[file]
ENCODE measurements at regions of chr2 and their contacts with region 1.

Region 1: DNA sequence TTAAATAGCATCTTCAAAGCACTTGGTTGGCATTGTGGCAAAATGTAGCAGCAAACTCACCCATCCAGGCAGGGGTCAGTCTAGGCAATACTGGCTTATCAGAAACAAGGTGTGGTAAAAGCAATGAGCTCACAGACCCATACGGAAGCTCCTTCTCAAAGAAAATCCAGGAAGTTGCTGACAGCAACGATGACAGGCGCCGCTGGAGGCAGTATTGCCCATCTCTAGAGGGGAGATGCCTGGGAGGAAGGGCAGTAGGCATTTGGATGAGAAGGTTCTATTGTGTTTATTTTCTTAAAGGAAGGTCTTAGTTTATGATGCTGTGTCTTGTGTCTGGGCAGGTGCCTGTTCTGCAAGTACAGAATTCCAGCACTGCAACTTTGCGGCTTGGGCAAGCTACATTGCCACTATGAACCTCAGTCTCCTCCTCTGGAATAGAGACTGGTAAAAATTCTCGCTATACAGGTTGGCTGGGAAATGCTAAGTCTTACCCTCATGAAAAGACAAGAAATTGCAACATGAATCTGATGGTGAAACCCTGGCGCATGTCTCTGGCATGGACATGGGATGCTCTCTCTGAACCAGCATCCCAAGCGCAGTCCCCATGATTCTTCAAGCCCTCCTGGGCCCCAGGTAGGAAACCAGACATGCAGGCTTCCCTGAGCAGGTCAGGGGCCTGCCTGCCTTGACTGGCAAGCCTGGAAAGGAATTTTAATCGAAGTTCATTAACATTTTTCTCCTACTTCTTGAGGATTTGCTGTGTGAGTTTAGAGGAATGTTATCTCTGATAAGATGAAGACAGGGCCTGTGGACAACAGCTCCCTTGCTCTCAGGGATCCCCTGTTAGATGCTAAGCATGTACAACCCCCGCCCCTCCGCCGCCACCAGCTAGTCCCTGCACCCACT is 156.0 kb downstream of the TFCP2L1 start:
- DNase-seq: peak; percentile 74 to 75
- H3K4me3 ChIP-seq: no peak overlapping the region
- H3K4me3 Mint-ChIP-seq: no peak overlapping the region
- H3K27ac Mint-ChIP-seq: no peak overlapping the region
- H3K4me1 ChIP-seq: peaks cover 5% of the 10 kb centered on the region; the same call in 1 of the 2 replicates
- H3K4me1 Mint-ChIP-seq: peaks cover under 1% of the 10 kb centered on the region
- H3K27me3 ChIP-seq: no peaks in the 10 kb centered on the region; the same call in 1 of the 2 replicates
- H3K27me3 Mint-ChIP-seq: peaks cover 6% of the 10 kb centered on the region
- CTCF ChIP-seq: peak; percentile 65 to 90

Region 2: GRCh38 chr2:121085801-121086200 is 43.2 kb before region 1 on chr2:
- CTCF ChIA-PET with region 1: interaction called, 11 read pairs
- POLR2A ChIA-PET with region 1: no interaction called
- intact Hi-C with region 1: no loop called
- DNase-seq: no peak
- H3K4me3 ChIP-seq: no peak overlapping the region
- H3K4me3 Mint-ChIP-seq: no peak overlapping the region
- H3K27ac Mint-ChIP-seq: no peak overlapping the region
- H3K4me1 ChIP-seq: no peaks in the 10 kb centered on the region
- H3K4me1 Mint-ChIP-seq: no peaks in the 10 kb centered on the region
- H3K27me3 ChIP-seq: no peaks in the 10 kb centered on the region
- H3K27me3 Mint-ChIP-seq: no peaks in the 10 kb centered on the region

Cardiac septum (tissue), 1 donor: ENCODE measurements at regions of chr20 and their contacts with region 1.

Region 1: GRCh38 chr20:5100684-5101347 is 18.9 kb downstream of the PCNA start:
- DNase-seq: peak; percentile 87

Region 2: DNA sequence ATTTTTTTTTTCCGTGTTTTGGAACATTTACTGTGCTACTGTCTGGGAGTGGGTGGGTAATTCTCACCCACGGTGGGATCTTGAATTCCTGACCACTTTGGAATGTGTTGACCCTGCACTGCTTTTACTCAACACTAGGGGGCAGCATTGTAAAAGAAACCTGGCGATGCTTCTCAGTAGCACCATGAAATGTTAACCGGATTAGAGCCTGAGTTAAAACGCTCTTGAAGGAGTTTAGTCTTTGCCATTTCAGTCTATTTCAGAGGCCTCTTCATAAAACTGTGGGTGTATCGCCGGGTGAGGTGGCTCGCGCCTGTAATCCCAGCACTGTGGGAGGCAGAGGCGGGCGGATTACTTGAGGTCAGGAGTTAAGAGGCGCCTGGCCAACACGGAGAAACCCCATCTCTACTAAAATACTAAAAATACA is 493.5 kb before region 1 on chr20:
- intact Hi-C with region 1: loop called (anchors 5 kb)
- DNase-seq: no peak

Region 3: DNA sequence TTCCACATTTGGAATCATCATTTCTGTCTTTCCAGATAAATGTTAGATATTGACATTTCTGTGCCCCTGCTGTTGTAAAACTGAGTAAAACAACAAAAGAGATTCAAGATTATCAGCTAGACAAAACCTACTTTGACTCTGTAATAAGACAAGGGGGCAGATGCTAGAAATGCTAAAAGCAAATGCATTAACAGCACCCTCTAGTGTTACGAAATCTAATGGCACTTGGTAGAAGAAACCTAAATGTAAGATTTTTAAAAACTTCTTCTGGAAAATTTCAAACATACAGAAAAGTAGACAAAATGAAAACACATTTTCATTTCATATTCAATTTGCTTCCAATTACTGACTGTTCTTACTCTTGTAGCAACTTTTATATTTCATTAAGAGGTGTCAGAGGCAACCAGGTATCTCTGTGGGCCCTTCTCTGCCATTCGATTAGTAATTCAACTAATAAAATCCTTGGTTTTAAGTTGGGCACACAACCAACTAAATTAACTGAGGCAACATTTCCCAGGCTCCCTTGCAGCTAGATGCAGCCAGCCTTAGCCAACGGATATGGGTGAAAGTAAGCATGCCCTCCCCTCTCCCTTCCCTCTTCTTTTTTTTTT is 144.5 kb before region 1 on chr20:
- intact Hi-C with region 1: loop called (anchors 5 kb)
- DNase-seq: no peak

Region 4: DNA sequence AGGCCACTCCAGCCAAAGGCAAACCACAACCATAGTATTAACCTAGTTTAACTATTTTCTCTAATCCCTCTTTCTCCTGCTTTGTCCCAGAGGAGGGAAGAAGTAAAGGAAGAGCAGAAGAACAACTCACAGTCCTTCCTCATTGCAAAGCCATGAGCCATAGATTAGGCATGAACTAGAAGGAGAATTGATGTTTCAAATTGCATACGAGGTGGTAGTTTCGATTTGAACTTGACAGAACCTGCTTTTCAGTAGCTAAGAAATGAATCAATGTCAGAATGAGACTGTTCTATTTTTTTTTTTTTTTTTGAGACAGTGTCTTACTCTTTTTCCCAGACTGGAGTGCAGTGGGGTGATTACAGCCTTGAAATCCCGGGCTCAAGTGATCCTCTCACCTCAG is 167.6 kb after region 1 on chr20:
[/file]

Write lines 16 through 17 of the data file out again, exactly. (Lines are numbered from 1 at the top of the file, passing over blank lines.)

- DNase-seq: no peak
- H3K4me3 ChIP-seq: no peak overlapping the region